Many people have made the observation that we live in times of entitlement. What was once accepted as being outside of personal reach is sometimes now regarded with resentment and envy. At its most extreme, some blame these feelings of entitlement as fueling muggings, riots, and other forms of antisocial behavior. Less extreme, but closer to home, the expectations of children at Christmas can sometimes pile on the stress for parents who don't have the means to meet demands. How best to manage such a situation?
One way to look at the situation is to think about children in terms of younger and older. The way you approach younger and older children will be different, so let's address them in turn. First, it's important to remember that a wish list is just that. The fact that a child would like half the toys they've seen in the shop or advertised on television doesn't mean they are entitled to them, or that you should bend over backwards to get them. This is a part of growing up. As adults, we'd all like something better or something more, but we've learned to adapt to our circumstances.
I think it's also important not to become fretful over the way you believe your child will respond to, say, fewer presents this year. With younger children especially, their Christmas isn't really about presents, it's about the nature of the day, the fun they may have from playing games with adults, the novelty of a party or other Christmas activities. So, anxieties about the number or costs of presents are generally unfounded with this age group.
If anything, parental responsibilities may have to step up a gear in the run up to Christmas. If a child's expectations are high then they have to be managed, but not flattened. If you support the idea of Santa, for example, you might mention that he has lots more children to visit this year and that it's important to share things around.
It's difficult to compare one generation with another but my own experience as a child is still imprinted. In our house we put up a few decorations and a sock for Santa. On Christmas morning we'd come downstairs and the Christmas tree was up, fully decorated and a few presents scattered beneath it. It had a real wow factor. Springing a magical surprise on Christmas day for young children is so rewarding for them and their parents. When my daughter was very young I'd cut out a boot-shaped template and make Santa's footsteps with glitter from the door to the Christmas tree. She was awe-struck, and still talks about it in her twenties! So, make Christmas a day of fun and celebration. If you've got some fun ideas up your sleeve you'll find they contribute to a very special day.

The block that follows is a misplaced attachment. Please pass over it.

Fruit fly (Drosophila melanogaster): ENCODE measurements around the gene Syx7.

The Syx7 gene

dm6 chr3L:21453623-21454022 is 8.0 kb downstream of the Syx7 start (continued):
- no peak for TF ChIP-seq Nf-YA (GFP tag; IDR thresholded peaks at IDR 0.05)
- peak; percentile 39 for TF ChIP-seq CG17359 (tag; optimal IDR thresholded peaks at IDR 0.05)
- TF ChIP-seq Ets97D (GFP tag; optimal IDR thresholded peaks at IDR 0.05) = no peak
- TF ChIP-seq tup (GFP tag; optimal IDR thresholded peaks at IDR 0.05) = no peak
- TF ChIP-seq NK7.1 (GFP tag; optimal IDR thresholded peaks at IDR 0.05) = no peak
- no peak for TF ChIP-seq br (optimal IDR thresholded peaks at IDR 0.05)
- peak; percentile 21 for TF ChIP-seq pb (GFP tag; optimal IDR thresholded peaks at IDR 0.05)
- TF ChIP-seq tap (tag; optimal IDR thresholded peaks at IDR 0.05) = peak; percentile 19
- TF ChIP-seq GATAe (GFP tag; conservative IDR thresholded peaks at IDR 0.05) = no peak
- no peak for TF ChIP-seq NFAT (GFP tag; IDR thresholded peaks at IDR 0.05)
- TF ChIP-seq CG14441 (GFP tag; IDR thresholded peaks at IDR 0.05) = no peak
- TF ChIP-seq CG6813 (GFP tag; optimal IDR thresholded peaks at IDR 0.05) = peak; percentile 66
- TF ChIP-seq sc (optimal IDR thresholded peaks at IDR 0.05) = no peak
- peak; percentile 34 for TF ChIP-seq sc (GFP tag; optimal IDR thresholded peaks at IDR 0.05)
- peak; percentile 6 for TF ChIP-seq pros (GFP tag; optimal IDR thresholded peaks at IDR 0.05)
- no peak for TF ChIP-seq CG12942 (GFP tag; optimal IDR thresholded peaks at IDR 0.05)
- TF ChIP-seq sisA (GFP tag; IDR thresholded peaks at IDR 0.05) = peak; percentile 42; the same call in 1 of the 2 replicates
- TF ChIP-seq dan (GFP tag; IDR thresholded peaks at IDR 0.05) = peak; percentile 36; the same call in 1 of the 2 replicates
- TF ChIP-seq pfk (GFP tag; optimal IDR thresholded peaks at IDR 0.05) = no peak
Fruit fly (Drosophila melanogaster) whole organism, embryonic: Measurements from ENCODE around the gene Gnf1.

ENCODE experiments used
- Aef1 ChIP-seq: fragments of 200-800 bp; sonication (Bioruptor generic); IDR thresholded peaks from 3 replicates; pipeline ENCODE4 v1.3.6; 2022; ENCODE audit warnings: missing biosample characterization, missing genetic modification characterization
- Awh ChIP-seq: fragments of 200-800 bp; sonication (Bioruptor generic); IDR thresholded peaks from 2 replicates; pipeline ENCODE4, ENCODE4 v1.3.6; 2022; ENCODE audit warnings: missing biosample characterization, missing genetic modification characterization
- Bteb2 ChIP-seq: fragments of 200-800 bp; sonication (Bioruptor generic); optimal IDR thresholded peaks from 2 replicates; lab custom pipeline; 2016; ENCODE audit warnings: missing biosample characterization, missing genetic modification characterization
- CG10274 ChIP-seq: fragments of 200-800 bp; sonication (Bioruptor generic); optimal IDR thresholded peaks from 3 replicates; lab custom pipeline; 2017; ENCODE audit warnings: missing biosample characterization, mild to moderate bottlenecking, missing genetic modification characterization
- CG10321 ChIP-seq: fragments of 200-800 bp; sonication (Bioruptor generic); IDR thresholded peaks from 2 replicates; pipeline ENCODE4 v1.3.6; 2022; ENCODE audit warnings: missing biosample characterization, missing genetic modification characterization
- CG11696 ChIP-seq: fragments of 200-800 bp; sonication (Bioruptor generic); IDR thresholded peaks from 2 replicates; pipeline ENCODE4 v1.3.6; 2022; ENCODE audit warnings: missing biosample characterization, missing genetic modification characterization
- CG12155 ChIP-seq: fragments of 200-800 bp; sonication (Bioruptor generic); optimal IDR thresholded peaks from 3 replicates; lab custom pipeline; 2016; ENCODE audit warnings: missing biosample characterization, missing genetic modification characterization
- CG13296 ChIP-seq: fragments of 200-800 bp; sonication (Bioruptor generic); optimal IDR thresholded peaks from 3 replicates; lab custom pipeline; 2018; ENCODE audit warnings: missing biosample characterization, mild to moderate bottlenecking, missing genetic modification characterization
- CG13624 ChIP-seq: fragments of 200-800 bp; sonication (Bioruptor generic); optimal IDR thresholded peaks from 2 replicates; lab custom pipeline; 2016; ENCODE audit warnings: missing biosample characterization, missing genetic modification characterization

Older children have different expectations and their motivation is partly to do with matching or bettering their peers. With older children it's perhaps best not to try and tone down expectations as, ironic as it may seem, it may have the reverse effect of raising them. Older children are however better able to grasp the concept of money. What you shouldn't do is put yourself in needless debt by trying to meet all demands. One way of managing the situation is to place some of the responsibility on the older child. For example, if two of the things on the wish list are expensive you could ask them to choose one, or you may have to choose for them.
As parents, it is not our responsibility to make Christmas a perfect day. This is a shared endeavor. As parents we might try to put in place a loose framework of being available to play with the kids, to make the home warm and inviting, of making an effort to be pleasant, but we're not in charge of meeting everyone's expectations. If you try and think back to your best Christmases, the chances of you recalling the presents you received are pretty low. More likely, your best Christmas will be one in which fun, or relaxation, or perhaps some adventure was had. Christmas really is what we make it.
Published On: November 24, 2011